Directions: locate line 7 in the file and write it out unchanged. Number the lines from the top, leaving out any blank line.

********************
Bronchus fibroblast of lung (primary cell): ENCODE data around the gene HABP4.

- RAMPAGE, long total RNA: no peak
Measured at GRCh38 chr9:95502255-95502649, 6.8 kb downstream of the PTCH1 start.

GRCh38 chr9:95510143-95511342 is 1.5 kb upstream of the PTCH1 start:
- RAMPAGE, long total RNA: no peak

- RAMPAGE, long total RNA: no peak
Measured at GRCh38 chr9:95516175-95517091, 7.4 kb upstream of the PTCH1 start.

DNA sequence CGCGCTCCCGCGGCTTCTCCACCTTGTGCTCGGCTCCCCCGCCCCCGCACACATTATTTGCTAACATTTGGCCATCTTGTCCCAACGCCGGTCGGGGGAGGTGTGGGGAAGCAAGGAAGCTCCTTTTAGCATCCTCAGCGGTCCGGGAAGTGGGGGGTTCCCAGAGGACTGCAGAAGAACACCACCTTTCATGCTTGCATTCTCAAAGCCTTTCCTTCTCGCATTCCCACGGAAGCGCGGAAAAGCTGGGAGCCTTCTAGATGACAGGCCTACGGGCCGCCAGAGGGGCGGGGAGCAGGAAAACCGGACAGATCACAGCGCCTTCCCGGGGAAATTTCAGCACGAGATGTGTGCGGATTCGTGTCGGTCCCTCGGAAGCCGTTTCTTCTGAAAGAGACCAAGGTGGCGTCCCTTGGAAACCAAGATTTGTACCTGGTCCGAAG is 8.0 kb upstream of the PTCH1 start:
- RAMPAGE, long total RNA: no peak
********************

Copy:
Measured at GRCh38 chr9:95516175-95517091, 7.4 kb upstream of the PTCH1 start.